Sandy in response:

Quote:Alexander

4 hours ago

The Civil Aviation Safety Authority (CASA) won't have any credibility with our General Aviation (GA) industry unless there are real reforms to the regulatory regime and administrative processes which have caused massive losses in jobs and businesses, in contrast USA and NZ where GA is doing quite well.

Nearly 30 years ago a new model of governance was brought into being, that of the 'independent Commonwealth corporate body. In its first iteration CASA was touted as a Government Business Enterprise (GBE) but this term was dropped because as a monopoly with its 'use pays' fee gouging and never ending rewrite of the rules governing aviation it soon became obvious that to call it a business was about as fake as you can get. This model of governance has failed because it has far more incentive to maintain it's perks and huge salaries (CEO $600k) than to care for GA, and it has no political guidance.

Incredibly the Minister sends, on occasions, a Statement of Expectations which are always a bunch of motherhood statements looking suspiciously like they've been written by CASA itself.

GA is now a shadow of it's former self, Australian unique maintenance rules have grounded a large proportion of the GA fleet. Private pilots have quit in droves due to unreal CASA medical tests, hugely expensive aviation specific identity cards and an amazing suite of strict liability criminal sanction rules that legal experts (Harper et al) have declared as inappropriate. The rules rewrite was started 29 years ago, they've still not finished and never will because its such a great make work program.

Largely due to the latest batch of complex, convoluted and totally unnecessary rule changes for flying schools the remaining handful are disappearing rapidly. There used to be busy flying schools in numerous country towns, apart from a few ultralight schools, they've nearly all gone by way of the dodo.

What is not understandable is that there's been no public outcry, maybe as an industry it's been too small and it's gradual demise has not been spectacular.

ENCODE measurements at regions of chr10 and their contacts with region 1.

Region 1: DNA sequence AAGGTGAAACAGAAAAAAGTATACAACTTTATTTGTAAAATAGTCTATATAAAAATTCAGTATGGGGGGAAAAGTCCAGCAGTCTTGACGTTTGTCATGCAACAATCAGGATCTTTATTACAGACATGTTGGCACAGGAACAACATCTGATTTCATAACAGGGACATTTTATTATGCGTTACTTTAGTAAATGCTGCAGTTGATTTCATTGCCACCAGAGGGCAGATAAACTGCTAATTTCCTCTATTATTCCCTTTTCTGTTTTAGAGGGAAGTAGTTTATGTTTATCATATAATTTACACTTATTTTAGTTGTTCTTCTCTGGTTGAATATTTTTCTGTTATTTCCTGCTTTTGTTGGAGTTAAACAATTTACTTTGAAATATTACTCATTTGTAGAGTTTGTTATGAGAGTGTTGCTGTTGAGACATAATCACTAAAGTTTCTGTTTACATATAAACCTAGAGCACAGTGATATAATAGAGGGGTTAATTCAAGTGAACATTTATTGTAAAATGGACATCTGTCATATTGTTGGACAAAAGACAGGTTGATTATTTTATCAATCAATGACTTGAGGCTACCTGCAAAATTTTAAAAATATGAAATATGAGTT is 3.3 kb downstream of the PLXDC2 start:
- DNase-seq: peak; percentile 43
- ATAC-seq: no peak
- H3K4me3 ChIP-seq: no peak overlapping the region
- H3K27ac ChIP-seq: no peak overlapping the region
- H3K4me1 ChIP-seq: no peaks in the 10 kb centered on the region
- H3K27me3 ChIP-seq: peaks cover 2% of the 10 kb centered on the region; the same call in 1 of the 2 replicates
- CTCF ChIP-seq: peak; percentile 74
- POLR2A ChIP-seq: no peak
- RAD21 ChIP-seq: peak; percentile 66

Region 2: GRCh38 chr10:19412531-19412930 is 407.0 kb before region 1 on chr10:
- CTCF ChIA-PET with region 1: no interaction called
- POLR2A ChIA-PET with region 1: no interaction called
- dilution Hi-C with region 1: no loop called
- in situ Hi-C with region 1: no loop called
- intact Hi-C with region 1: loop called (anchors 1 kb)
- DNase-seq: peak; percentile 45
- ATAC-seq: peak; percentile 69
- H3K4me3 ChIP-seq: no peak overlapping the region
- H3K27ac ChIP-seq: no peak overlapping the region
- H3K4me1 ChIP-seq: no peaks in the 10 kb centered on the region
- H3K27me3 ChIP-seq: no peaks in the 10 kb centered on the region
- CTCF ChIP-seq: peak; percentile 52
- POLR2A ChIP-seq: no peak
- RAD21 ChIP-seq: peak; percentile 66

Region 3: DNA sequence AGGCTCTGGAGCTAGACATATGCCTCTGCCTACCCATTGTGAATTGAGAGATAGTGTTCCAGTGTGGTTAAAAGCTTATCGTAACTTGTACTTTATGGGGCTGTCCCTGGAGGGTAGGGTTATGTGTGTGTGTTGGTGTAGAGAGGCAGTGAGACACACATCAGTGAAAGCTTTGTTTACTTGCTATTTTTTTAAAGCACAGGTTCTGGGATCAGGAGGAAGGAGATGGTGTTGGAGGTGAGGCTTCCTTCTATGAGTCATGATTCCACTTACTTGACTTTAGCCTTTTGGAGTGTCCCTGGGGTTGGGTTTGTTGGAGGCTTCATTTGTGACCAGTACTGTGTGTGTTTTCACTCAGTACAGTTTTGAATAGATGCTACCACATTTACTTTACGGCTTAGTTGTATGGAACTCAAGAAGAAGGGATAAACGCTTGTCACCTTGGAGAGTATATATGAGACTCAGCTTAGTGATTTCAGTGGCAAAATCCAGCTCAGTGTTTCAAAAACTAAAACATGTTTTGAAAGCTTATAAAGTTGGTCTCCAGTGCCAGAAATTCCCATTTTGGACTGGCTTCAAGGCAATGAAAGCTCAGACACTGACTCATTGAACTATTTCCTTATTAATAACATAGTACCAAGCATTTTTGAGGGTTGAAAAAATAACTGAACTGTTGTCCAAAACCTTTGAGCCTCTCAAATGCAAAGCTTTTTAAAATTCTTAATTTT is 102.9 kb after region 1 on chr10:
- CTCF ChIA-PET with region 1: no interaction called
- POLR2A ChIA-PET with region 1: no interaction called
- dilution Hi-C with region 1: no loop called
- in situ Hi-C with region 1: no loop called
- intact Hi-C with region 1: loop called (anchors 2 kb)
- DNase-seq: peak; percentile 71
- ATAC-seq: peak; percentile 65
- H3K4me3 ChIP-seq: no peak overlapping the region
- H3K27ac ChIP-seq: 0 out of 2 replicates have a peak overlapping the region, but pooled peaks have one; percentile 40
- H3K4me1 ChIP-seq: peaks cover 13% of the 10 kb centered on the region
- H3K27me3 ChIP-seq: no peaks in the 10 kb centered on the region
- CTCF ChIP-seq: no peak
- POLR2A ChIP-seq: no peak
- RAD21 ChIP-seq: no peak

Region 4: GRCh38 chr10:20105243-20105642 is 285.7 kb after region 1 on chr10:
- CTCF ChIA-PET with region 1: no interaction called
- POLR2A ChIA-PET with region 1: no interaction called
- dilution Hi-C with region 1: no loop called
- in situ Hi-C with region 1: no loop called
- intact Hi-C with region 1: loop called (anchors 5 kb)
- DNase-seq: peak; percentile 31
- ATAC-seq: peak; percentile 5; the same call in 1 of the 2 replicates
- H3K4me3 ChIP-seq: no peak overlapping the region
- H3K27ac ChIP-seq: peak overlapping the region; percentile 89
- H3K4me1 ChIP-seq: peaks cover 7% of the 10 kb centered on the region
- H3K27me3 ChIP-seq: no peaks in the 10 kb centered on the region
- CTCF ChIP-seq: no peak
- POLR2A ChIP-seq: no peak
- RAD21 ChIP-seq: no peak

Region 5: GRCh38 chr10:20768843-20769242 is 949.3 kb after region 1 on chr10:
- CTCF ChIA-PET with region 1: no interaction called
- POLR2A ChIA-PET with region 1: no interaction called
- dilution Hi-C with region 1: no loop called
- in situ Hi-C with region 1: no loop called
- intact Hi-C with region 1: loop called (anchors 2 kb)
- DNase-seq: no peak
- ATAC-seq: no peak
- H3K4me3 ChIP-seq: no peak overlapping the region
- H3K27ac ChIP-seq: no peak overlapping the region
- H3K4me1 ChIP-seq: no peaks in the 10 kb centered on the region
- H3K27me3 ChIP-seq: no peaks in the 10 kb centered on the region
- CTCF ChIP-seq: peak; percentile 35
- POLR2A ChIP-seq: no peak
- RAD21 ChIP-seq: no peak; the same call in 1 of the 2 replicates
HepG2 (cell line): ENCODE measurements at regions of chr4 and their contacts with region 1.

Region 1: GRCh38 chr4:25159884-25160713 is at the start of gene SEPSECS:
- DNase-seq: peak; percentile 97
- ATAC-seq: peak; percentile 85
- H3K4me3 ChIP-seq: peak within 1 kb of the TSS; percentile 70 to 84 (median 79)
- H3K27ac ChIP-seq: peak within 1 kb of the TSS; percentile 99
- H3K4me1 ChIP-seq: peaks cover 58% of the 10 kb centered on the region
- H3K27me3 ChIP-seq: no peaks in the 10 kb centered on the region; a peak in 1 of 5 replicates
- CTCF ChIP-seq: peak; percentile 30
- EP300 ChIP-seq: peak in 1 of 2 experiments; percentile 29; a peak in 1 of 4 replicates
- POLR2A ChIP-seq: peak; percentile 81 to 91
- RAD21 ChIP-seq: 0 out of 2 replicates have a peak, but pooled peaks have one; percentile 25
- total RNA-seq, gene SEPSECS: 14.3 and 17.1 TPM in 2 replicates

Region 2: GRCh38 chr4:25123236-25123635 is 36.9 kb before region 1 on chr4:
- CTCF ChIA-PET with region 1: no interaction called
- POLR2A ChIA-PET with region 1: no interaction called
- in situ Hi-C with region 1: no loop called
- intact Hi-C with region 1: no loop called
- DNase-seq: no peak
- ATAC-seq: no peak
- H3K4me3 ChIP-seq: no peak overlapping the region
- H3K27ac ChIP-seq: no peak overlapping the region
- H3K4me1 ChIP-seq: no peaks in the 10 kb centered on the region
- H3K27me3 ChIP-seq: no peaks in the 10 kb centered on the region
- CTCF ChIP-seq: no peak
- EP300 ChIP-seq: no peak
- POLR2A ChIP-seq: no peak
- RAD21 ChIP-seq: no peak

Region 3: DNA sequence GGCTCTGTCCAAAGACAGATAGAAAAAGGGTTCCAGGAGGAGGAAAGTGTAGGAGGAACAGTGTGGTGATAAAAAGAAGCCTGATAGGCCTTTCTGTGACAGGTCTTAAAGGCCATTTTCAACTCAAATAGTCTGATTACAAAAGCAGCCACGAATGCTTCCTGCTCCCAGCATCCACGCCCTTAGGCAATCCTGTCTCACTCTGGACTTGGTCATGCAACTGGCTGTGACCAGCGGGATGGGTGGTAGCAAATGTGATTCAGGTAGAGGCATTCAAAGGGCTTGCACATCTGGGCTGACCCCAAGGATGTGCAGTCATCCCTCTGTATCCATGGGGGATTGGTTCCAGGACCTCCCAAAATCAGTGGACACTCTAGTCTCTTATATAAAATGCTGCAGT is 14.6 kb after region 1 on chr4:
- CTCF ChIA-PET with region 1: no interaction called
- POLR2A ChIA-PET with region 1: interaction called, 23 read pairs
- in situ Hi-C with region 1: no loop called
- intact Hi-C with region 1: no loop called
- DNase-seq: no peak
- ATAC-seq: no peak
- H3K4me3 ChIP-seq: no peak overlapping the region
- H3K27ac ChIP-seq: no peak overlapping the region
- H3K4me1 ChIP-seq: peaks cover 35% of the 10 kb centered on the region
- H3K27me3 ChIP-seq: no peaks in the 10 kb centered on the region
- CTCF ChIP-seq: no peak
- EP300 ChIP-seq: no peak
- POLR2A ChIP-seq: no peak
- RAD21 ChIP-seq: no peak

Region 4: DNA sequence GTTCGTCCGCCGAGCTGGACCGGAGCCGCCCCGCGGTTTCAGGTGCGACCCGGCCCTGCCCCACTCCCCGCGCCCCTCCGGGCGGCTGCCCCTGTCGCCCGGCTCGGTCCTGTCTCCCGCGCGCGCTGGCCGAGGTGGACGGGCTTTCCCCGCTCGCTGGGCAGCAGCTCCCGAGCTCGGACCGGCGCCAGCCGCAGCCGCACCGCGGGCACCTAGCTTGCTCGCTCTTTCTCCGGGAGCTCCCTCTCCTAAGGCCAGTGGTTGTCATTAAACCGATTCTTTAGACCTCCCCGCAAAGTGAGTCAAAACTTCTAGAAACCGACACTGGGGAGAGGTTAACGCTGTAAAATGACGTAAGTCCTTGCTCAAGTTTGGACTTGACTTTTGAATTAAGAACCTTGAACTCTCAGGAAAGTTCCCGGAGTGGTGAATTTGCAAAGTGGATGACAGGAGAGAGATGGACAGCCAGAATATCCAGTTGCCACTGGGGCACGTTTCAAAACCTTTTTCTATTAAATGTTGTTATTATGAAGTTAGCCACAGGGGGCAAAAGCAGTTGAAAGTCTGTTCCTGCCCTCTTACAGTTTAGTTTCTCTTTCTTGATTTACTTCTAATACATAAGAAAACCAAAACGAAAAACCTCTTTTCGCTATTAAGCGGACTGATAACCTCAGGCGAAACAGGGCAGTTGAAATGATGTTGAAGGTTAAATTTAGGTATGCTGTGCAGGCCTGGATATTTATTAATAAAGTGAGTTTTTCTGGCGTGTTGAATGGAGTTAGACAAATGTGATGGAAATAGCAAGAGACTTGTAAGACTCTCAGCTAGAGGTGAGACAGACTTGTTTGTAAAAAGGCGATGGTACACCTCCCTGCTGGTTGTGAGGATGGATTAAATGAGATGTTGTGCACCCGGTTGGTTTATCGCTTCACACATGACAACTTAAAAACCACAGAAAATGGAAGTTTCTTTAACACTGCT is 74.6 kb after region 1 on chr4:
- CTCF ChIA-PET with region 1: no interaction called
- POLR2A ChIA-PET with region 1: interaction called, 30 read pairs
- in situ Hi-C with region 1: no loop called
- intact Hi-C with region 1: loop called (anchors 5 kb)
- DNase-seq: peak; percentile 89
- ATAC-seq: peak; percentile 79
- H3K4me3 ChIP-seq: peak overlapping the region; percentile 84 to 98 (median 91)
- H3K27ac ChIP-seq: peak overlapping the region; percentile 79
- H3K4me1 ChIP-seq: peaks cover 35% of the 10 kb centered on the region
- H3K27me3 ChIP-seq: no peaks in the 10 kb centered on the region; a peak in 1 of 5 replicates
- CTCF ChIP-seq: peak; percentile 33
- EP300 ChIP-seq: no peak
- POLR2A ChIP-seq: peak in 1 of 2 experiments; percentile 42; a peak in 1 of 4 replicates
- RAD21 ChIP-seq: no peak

One thing is certain, there's not been one Minister prepared to put the nation's interest before that of CASA and its 830 employees. Alex in the Rises.
MTF...P2 Cool
Reply
B is for? - BOLLOCKS & BUCKETS Dodgy  
AGAD opens 'safe skies are empty skies' stropathon - Blush

Yesterday in Can'tberra 6D delivered a speech that provides the perfect example of why Chester is Australia's Greatest Aviation Disaster and the antithesis of all that is bad in the puerile out of touch world of Federal politics: WARNING: Bucket will be required -  Confused

Quote:Safeskies Conference 2017
Speech
DCS012/2017
04 October 2017
National Convention Centre, Canberra

Australia continues to have one of the safest aviation industries in the world and this is testament to you, our aviation community and Government.

Aviation is critical for Australia connecting Australians domestically and across the world, directly contributing nearly $9.5 billion to the economy. As passenger demand increases and the industry grows I am committed to a prosperous future and am committed to ensuring we do so safely.

As passenger numbers increase so does Australia's investment in infrastructure. I commend Brisbane Airport on securing over $1.2 billion in private investment for the new runway scheduled to open in 2020. And in Victoria, Melbourne Airport is well advanced with planning for a third runway to meet forecast growth.

The Government is also investing with our once in a generation decision to deliver Western Sydney Airport at Badgerys Creek is a project that will generate thousands of jobs during construction and on-going employment in the airport itself and in the surrounding precinct.